As all of TAP's elements reinforce one another, teacher evaluation and compensation policies also reinforce job-embedded PD and help schools hold all staff members accountable for success in the professional development process.
The report is released as a prelude to the 12th National TAP Conference: Building a System of Teacher Leaders taking place in Los Angeles March 9-10, 2012, and will be discussed in detail during a panel discussion led by Kristan Van Hook, NIET senior vice president of public policy and development, on Friday afternoon, March 9. The panel, "Rethinking Teacher Professional Support," will explore how to scale up effective professional development and create greater accountability and autonomy for teachers.
The National Institute for Excellence in Teaching is an independent public charity committed to ensuring a highly skilled, strongly motivated and competitively compensated teacher for every classroom in America. It pursues its work through two signature initiatives: TAP: The System for Teacher and Student Advancement and the NIET Best Practices Center. Learn more at www.niet.org and www.tapsystem.org.
1Biancarosa, G., Bryk, A.S., & Dexter, E.R. (2010, September). Assessing the value-added effects of Literacy Collaborative professional development on student learning, The Elementary School Journal, 111(1), 7-34.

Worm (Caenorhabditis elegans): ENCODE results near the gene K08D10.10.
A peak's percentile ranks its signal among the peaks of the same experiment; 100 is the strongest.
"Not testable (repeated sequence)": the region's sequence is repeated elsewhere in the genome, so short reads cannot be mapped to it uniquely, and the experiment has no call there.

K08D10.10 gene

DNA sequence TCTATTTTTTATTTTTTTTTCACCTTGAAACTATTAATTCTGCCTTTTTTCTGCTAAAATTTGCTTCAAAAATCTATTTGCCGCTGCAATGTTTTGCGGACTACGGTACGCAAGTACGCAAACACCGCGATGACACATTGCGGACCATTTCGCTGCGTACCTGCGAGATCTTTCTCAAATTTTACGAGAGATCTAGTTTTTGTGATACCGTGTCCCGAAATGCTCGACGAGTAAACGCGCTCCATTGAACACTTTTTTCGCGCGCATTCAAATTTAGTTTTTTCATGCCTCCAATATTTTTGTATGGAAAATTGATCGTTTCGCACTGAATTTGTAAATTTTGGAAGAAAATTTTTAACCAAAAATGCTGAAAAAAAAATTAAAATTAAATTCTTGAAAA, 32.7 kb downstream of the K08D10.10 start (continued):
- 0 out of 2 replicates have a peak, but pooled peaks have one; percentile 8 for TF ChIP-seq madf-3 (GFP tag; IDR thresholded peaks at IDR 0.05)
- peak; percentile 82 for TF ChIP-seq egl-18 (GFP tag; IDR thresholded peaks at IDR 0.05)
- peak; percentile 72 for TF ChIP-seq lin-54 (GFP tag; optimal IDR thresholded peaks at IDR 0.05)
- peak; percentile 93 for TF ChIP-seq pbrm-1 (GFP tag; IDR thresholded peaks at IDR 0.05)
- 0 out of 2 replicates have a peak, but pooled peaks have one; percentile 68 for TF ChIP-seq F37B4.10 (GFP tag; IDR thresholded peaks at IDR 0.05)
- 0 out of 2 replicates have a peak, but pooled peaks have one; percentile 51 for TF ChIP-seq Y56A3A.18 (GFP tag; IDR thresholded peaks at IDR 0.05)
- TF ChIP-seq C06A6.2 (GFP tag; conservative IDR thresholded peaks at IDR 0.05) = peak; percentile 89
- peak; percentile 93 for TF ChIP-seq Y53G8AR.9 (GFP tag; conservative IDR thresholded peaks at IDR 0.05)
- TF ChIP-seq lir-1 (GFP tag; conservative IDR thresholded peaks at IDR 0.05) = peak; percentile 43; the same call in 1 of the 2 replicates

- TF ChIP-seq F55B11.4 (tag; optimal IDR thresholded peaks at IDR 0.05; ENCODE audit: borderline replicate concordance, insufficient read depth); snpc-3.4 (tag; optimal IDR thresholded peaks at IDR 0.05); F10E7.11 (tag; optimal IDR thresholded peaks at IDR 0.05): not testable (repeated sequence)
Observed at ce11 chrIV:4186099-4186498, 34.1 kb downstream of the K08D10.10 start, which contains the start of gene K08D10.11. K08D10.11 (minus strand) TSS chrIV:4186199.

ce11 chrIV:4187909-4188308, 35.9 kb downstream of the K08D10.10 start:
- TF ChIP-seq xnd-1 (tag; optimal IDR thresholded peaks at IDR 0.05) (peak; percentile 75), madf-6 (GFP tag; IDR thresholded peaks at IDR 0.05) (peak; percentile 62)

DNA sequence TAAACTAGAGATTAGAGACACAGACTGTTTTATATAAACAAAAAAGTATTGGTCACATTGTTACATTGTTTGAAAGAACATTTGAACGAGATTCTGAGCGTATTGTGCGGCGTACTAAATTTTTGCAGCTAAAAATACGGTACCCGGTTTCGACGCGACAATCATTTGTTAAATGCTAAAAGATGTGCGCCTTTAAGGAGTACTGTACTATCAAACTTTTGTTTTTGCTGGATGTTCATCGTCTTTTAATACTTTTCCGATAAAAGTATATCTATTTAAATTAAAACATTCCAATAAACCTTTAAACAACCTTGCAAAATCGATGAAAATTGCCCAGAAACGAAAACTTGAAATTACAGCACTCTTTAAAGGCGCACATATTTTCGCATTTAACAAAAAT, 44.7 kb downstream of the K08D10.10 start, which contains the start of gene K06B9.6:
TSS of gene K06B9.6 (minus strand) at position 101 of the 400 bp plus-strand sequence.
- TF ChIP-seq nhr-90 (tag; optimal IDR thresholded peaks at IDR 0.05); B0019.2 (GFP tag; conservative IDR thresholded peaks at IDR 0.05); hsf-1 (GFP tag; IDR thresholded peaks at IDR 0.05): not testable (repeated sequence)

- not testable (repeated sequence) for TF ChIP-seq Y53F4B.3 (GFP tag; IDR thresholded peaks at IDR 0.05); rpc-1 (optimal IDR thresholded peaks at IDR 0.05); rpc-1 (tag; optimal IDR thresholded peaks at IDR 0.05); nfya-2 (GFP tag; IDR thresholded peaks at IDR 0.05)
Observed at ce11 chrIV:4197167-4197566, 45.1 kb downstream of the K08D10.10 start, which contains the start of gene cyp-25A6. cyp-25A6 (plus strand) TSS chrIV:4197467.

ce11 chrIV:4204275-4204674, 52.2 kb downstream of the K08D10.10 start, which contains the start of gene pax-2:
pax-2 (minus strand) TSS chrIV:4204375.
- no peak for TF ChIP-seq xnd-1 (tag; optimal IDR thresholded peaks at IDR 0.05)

2Saunders, W.M. Goldenberg, C.N., & G Gallimore, R. (2009, December). Increasing achievement by focusing grade-level teams on improving classroom learning: A prospective, quasi-experimental study of Title I schools. American Educational Research Journal, 46(4), 1006-1033.
Mark Bonine, Principal, Nellie Stone Elementary, Minneapolis, Minnesota
"We've seen great improvement. We have not only anecdotal evidence, but we also have hard data about both student scores and teacher instructional strategies improving. Master and mentor teachers tell us that when they observe in the classroom, they're seeing [proven] instructional strategies in place across school grades and content areas."